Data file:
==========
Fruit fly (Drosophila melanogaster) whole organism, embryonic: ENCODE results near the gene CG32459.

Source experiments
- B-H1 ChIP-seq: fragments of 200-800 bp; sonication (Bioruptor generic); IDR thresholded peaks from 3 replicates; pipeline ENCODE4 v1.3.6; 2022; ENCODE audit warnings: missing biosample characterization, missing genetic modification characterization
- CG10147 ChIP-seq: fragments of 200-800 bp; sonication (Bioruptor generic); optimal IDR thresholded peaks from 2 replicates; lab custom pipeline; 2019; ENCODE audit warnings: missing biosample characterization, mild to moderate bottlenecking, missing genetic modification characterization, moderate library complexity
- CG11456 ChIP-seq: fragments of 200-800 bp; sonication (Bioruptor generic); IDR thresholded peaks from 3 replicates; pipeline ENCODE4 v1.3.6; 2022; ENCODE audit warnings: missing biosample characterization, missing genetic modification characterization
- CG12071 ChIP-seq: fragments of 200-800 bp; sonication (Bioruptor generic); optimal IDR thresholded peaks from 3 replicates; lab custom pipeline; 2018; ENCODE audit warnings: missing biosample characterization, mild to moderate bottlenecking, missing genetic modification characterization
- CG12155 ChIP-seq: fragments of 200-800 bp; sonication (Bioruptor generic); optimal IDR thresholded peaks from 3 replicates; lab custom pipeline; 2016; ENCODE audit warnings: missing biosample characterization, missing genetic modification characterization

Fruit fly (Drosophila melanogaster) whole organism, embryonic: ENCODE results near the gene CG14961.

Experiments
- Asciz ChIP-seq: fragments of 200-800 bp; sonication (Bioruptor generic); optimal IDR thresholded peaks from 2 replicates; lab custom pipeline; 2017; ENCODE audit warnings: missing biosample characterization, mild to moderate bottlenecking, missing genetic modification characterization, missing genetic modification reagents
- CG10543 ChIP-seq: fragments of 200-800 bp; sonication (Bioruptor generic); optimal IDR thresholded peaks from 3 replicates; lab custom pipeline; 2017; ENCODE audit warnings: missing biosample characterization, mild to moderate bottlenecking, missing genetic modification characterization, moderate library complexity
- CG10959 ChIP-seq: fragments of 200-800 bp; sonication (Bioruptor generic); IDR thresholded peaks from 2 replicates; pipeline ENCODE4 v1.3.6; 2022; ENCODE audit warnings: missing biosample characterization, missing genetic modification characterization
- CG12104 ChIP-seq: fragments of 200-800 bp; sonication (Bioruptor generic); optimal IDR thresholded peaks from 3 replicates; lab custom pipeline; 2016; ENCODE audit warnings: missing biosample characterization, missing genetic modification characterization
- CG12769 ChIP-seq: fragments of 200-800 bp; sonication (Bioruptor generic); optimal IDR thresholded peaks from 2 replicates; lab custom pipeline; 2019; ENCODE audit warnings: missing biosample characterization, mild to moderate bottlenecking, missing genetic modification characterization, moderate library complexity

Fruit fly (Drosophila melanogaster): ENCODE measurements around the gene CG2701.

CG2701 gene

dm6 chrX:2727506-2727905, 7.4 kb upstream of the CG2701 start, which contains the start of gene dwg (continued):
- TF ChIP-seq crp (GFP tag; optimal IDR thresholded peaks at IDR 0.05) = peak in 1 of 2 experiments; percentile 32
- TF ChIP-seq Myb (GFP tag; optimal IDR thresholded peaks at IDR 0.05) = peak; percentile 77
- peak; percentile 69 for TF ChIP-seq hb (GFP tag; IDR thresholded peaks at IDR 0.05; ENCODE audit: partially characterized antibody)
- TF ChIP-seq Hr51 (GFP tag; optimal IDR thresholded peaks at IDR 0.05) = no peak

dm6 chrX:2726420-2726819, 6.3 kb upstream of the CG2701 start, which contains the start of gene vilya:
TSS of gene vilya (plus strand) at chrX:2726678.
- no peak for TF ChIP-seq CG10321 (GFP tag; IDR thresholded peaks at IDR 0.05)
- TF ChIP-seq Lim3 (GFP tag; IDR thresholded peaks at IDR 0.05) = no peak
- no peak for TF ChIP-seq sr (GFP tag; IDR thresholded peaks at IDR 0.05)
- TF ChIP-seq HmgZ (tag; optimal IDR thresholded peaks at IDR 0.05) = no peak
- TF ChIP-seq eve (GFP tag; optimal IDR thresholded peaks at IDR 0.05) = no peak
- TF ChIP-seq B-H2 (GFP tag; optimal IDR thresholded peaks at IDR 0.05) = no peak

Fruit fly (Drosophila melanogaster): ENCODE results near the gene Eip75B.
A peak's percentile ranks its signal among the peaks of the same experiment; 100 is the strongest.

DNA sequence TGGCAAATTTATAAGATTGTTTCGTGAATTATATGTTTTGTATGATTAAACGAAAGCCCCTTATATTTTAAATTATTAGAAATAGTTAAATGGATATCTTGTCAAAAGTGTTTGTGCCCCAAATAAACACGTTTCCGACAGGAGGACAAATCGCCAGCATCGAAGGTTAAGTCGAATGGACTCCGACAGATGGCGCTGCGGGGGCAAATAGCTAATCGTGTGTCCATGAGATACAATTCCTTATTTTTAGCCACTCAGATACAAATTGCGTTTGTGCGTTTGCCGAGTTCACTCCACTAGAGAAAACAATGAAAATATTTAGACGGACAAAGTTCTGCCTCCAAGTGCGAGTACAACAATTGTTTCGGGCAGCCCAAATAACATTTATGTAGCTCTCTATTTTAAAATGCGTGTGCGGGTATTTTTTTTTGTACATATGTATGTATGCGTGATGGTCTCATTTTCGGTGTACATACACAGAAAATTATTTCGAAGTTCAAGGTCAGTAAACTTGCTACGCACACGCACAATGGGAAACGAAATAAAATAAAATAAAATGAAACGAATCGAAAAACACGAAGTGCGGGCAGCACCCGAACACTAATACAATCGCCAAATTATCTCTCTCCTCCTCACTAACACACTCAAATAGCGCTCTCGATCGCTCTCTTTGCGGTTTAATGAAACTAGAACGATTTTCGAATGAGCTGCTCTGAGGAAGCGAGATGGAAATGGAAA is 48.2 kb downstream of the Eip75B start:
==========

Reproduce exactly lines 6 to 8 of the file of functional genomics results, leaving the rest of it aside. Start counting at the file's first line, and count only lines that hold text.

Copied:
- CG12071 ChIP-seq: fragments of 200-800 bp; sonication (Bioruptor generic); optimal IDR thresholded peaks from 3 replicates; lab custom pipeline; 2018; ENCODE audit warnings: missing biosample characterization, mild to moderate bottlenecking, missing genetic modification characterization
- CG12155 ChIP-seq: fragments of 200-800 bp; sonication (Bioruptor generic); optimal IDR thresholded peaks from 3 replicates; lab custom pipeline; 2016; ENCODE audit warnings: missing biosample characterization, missing genetic modification characterization

Fruit fly (Drosophila melanogaster) whole organism, embryonic: ENCODE results near the gene CG14961.